• The value of final Jamo ㄴ is 4

So, the formula will be {(18×588)+(0×28)+4}+44032, and the result is 54620. It means the Unicode value of 한 is 54620 in decimal, by the numeric character reference, and U+D55C in standard Unicode notation.

Hangul Compatibility Jamo Area

Hangul Compatibility Jamo Area is the part of Unicode which has been allocated for compatibility with the KS X 1001 character set. Usually it is used for representing modern Hangul jamo and some obsolete Hangul Jamo, without distinguishing initial and final.

Hangul Jamo Area

Hangul Jamo Area is the range of Unicode between U+1100–U+11FF. It contains initial jamo, medial jamo and final jamo, including obsolete jamo. Nalgaeset Hangul IME and Un Jamo Batang represent obsolete Hangul using this area.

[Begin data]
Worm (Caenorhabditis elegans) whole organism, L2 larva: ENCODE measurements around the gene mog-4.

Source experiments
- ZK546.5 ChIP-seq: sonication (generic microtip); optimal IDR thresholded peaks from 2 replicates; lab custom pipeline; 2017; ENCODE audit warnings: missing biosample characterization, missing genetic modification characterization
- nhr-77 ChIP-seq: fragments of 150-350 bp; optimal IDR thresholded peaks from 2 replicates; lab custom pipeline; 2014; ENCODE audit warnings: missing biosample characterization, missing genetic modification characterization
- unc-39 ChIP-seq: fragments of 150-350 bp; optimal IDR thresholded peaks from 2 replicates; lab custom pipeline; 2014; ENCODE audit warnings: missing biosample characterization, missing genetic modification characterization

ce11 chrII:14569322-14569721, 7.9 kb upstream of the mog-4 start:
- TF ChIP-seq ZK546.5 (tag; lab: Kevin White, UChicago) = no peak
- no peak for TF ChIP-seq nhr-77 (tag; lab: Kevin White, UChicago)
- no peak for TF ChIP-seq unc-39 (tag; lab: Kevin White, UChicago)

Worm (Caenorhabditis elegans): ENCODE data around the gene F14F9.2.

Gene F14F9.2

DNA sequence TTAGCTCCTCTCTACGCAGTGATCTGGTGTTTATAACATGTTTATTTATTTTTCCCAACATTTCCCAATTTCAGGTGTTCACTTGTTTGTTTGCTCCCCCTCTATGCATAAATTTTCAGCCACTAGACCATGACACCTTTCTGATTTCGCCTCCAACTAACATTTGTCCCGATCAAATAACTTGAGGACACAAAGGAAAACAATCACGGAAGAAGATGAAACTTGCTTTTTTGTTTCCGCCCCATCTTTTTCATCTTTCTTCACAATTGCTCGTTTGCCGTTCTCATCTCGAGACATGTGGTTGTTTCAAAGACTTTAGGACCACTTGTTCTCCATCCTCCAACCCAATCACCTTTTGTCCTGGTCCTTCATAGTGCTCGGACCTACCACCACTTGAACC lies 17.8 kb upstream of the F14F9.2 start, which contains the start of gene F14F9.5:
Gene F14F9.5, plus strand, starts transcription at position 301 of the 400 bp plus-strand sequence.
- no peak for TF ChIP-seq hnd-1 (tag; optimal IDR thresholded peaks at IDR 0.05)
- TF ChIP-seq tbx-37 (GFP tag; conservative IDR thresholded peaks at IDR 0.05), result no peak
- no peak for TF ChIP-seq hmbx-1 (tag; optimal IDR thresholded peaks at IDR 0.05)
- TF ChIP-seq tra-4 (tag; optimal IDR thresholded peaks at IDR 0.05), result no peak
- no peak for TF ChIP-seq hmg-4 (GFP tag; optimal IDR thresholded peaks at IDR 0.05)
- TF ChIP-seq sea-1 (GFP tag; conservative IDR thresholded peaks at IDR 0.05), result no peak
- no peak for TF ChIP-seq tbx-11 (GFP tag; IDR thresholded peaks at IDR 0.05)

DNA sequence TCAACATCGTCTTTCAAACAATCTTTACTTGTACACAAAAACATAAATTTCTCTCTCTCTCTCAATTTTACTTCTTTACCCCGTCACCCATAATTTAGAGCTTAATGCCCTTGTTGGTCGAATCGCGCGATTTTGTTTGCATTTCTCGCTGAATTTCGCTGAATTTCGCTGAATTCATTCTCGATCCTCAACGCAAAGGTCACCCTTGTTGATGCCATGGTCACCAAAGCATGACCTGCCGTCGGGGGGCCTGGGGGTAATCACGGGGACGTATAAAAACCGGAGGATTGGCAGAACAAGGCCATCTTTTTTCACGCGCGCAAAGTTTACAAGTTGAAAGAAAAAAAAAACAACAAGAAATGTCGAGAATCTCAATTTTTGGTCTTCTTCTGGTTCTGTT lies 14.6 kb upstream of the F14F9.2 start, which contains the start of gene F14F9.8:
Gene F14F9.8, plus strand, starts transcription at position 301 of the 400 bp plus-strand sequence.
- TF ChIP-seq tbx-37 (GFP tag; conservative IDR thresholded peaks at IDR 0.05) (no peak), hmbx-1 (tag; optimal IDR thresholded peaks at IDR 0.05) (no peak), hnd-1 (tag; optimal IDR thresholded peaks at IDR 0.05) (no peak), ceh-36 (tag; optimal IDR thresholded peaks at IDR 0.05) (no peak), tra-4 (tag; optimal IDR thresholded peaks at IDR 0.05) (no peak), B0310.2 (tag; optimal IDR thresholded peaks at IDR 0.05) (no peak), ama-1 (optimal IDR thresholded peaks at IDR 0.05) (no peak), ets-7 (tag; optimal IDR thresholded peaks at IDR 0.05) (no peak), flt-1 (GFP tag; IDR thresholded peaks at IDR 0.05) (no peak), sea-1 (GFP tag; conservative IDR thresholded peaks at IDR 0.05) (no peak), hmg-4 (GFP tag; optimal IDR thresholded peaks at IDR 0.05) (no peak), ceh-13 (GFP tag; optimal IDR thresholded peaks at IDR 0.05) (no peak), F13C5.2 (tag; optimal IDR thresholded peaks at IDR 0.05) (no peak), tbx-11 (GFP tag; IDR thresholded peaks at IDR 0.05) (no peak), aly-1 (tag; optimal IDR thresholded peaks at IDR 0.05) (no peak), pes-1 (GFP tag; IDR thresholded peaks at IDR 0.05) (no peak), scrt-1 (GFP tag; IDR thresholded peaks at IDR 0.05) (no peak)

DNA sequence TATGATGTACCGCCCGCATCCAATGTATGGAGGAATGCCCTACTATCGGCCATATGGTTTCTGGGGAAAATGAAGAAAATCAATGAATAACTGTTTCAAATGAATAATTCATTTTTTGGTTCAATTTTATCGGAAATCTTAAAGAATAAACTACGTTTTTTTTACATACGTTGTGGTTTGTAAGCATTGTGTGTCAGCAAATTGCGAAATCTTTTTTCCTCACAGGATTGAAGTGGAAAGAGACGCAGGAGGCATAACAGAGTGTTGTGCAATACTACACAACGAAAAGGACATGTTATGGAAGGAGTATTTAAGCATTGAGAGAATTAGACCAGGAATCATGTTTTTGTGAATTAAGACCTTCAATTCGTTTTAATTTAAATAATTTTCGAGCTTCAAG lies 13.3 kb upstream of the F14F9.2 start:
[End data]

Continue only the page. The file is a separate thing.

Hangul Jamo Extended Areas

Hangul Jamo Extended-A and Hangul Jamo Extended-B were added in Unicode 5.2. The areas contain obsolete Hangul jamo.

Hanyang Private Use Area codes

Hangul (word processor) ships with fonts from Hanyang Information and Communication. Their fonts map obsolete Hangul characters to the Private Use Area of Unicode. Despite the use of the Private Use Area instead of dedicated codepoints, Hanyang’s mapping is currently the most popular way to represent obsolete Hangul in South Korea. Since Hangul 2010, Hanyang PUA code was deprecated and replaced with Unicode Syllable-Initial-Peak-Final Encoding Approach system.

See also


  1. ^
  2. ^ a b
  3. ^ a b c
  4. ^
  5. ^

External links

  • How To Add and Enable Additional Languages in WindowsMicrosoft Help and Support: (explains how to enable Korean support in Windows)
  • InputKing Online Input System (An online tool for typing Korean)
  • Jamo in Unicode PDF (186 KB)
  • Hangul syllables PDF (3.86 MB)